After almost a decade of shooting rangefinders on a regular basis, I’ve gone through my share of 50mm lenses. My first was a junker Russian copy of the WWII era Zeiss Sonnar, a good little performer but not terribly sharp. Next came a couple older Leica’s, an Elmar and a Summar; great lenses but still not quite what I was looking for. I really needed speed in a 50mm as I use it almost exclusively at night; f2 is the standard “fast” rangefinder 50mm aperture, going faster usually means forking out a lot more money… then along came Voigtlander.
A brief history, for those not familiar with the brand: Voigtlander is one of the oldest and most respected names in photography dating back to 1756. They produced the worlds first zoom lens and the first compact camera with a built in flash, but due to some bad decisions and financial problems in the later half on the last century most younger photographers may not have heard the name. In their prime they made beautifully crafted luxury cameras, on par with Leica for quality and looks. After their decline, the brand was bought by Zeiss, then Rollei and then Ringfoto, but none of them did much to live up to the Voigtlander name. Mostly they just pumped out cheap consumer cameras stamped with the classic Voigtlander font. Then in 1999 Cosina came along and licensed the name to put on their new line of rangefinder lenses. To give some context, at the time no one besides Leica was giving serious thoughts to rangefinders anymore, it was an elite class of cameras for a very select crowd with deep pockets. A lot of people thought it was crazy to try and step on the toes of Leica; either these new Voigtlander lenses would have to be very expensive to make money in such a small niche market or if inexpensive, too low quality for those used to shooting with a Leica.
To many peoples great surprise the geniuses over at Cosina put out a stellar line up of inexpensive, but incredible performers. They’ve been credited by many with single handedley reviving the rangefinder system and introducing it to a new generation. Although, to date, they haven’t put out a bad lens, the 50mm Nokton is one of the real gems. At the time of release you could pick one up for around $350, they’ve steadily rose in price, and while they’re now discontinued, they can easily fetch $700 in new condition. While a bit on the big side for a rangefinder lens, I for one love it. I’ve got big sausage fingers that are used to SLR lenses and I find the added size a bonus. It’s extremely well built and has a nice solid, well machined feel when mounted.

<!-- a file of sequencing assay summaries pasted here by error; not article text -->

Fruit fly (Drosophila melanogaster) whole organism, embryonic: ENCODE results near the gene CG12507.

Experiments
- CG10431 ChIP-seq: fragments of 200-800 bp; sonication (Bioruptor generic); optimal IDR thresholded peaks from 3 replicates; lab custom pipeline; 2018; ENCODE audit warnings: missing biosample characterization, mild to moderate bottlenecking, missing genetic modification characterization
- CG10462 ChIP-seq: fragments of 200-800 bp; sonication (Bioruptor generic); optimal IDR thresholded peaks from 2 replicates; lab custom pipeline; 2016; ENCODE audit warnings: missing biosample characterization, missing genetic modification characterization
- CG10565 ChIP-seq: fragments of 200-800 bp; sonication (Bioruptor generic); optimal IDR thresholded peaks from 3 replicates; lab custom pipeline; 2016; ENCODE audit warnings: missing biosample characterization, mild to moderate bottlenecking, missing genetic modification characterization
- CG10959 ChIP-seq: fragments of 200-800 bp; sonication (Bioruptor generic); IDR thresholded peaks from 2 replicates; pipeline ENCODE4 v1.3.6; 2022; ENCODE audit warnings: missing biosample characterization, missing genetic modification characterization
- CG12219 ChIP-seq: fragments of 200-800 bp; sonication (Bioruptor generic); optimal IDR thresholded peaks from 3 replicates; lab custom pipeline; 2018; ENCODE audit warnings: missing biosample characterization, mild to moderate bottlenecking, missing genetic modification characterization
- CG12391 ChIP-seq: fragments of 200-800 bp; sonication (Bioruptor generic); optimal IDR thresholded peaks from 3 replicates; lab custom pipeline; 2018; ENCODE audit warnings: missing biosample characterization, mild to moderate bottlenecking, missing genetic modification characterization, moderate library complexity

Most people say leave religion and politics out of polite conversation, but if you want to see a real throw down, ask a group of rangefinder photographers which 50mm is the best. Ever since the lens debuted, the debate has raged as to how the Nokton compares to it’s two closest rivals, the Zeiss Sonnar and the reigning king of 50mm’s the Leica Summilux. After months of debate and sample photos the only thing everyone could agree on is that all three where amazing lenses: all three are incredible sharp, have beautiful rendering lovely bokeh. The fact that the Nokton held it’s own against two giants in the 50mm world that cost four or five times more money has made sure I’ll never part with mine.
When I picked up a Sony Nex this year, with the intention of using my rangefinder glass on it, I was very interested to see how my lenses would hold up. I don’t shoot film for its sharpness, I’ve always been more interested in how it renders a scene, so I’ve never really pixel peeped any of my glass. The picture below was shot with the Nokton on the Nex and I was very please with how it compared to my Canon DSLR primes.
While the Cosina Voigtlander lens lineup has been slowly creeping up in price as they come out with new products and revamps of some of their older glass, they’re still within the range of affordability. Too be fair, their original prices were so low, I have no idea how they stayed in business, and their current costs are still a bargain for what you get. For those of you in North America, it can be hard to find a store that stocks them, but CameraQuest is the official North American distributor, the site may look outdated, but the service and prices are great. If you have a chance to pick up a 50mm Nokton, or any of their discontinued lenses on the cheap, grab them, it’s an investment you won’t regret. You can see more from the Nokton on my Flickr.